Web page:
For me, 4 frames per second is plenty fast. Nevertheless, the only fault I have with this speed is the fact that it is totally unadjustable. That is to say, I'm not sure why the user cannot adjust this speed to 1 or 2 or 3 frames per second. For example, in some situations--say, in the studio--I might want to shoot at 2 frames per second, but for a longer period of time. On the other hand, in other situations--say, photographing wildlife--I might desire the maximum speed of 4 frames per second. I'm not sure why Canon has not added this (apparently simple) software upgrade to their high-end digital cameras.

Now, it wouldn’t be fair for me not to note that there is no currently available digital camera in the world with totally adjustable shooting speeds. This is an artifact of the film-camera days where it was easier to construct a motor that only had to turn at one or two speeds. Nevertheless, in a digital camera, where there is no film to wind, having the shutter fire slower than its maximum speed shouldn’t be too complicated. Perhaps we can look forward to this in the Mark III.

Initial Evaluation of Image Quality

One of the first questions I was eager to answer was: How will the image quality compare with the medium-format film I’ve shot for the past 5 (or so) years? Although this question seems to ignite a terrific emotional response among a number of pro-film and pro-digital photographers, I have to say that I am more or less apathetic to any particular process. I’m interested in results—what gets me a better photo at the end of the day. As such, I arranged a simple test.

Both of the following images were taken from a tripod mounted camera using mirror lock-up and a cable release. The film used was Fujichrome Velvia 100f. It was processed at a professional lab and scanned at 3200 dpi using my Minolta Dimage Scan Multi Pro. Canon Raw images were processed with Adobe Camera Raw (version 2.4-beta).

The Results...

Canon 1Ds Mark II with Canon EF 50/1.4 @ f/8. ISO 100

Mamiya 645 AF with Mamiya 80/2.8 @ f/8. Fujichrome Velvia 100f

Note the slight difference in the aspect ratio between the 35mm 1Ds Mark II and the medium-format Mamiya 645. Also, note the increased dynamic range offered by the digital 1Ds Mark II and the higher contrast and saturation of Velvia 100f.

Examine 100x200 pixel crops of the tower in the upper right-hand corner of the image. Both files have absolutely no sharpening of any kind. These represent minimally processed images

Canon 1Ds Mark II Velvia 100f

Here, the Canon file is up-rezed to approximate the Mamiya file size.

Canon 1Ds Mark II, upsized Velvia 100f

Wow! I was totally shocked when I first looked that these images on my monitor. The 1Ds Mark II solidly trounces the film-based Mamiya. Note the “pair” of diagonal steel support crossbeams near the bottom clearly resolved by the Canon. The Mamiya is only resolving a single bar (see below). Incredible.

Canon 1Ds Mark II, upsized Velvia 100f

Now before everyone start criticizing me for not getting a drum scan, these on-screen images mirror what I can see on the light box using a 12x loupe! The Mamiya is only resolving a single bar!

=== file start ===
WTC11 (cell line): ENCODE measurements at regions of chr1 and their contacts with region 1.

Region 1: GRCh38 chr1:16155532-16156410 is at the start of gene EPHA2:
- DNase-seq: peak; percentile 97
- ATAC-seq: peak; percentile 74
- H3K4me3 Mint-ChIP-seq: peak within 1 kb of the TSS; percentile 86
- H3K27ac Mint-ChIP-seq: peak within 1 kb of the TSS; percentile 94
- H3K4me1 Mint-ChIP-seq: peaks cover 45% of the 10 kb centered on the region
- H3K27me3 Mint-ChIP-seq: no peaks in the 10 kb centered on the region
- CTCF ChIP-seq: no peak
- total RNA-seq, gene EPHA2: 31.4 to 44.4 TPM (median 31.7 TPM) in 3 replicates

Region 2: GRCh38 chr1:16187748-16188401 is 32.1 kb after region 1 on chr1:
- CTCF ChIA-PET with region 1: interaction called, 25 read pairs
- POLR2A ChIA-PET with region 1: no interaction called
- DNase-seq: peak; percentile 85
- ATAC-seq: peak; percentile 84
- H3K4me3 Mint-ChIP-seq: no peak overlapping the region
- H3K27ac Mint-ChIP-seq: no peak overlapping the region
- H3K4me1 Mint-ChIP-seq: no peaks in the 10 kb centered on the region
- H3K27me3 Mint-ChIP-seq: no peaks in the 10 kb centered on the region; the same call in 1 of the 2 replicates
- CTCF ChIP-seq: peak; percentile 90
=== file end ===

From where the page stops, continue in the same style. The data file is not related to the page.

That said, I do not print “minimally processed images” to put on my wall. I was curious about seeing how the Canon would compare with Mamiya after I had applied a degree of capture and output sharpening to both images. Below are 100x200 pixel crops of the bushes, downspout, and concrete foundation in the middle right of the image.

Canon 1Ds Mark II Velvia 100f

Here again, the Canon file is up-rezed to approximate the Mamiya file size.

Canon 1Ds Mark II, upsized Velvia 100f

Again, the Canon flat out-resolves the film-based Mamiya. Note the leaves of the bushes and the detail in the exposed concrete foundation. Also, note the increased noise (film grain) in the sharpened film image.

To compensate for this increased noise, I went back to the original image and used NeatImage to reduce the film grain before sharpening again. The same 100x200 pixel crops are shown.

Canon 1Ds Mark II, upsized Velvia 100f

The grain-reduced image clearly has less noise with very little (if any) loss in overall resolution; however, it is neither as clean nor as sharp as the Canon 1Ds Mark II.

Although I’m not going to display all the results here, I ran similar comparisons using different lenses at different apertures. The end-result was always the same—the Canon clearly out-classes the Mamiya, and beats film. In addition, I compared Astia 100f shot in my studio to the 1Ds Mark II and again the film-based Mamiya was repeatedly trounced by the digital Canon. Finally, I printed a number of different images (portraits, landscapes, etc...) using my Epson Stylus 2200. It’s impossible to display the images here; however, I can clearly say that at any size greater than 8x10, the image produced by the digital Canon is clearly better.

Preliminary conclusion: the Canon 1Ds Mark II is a fantastic machine and my Mamiya system is sold.

I will continue to add to this report with new observations as I learn more about the 1Ds Mark II. For now, I’m extremely pleased with the Canon 1Ds Mark II and can’t wait to learn more about it…

Answers to comments received via e-mail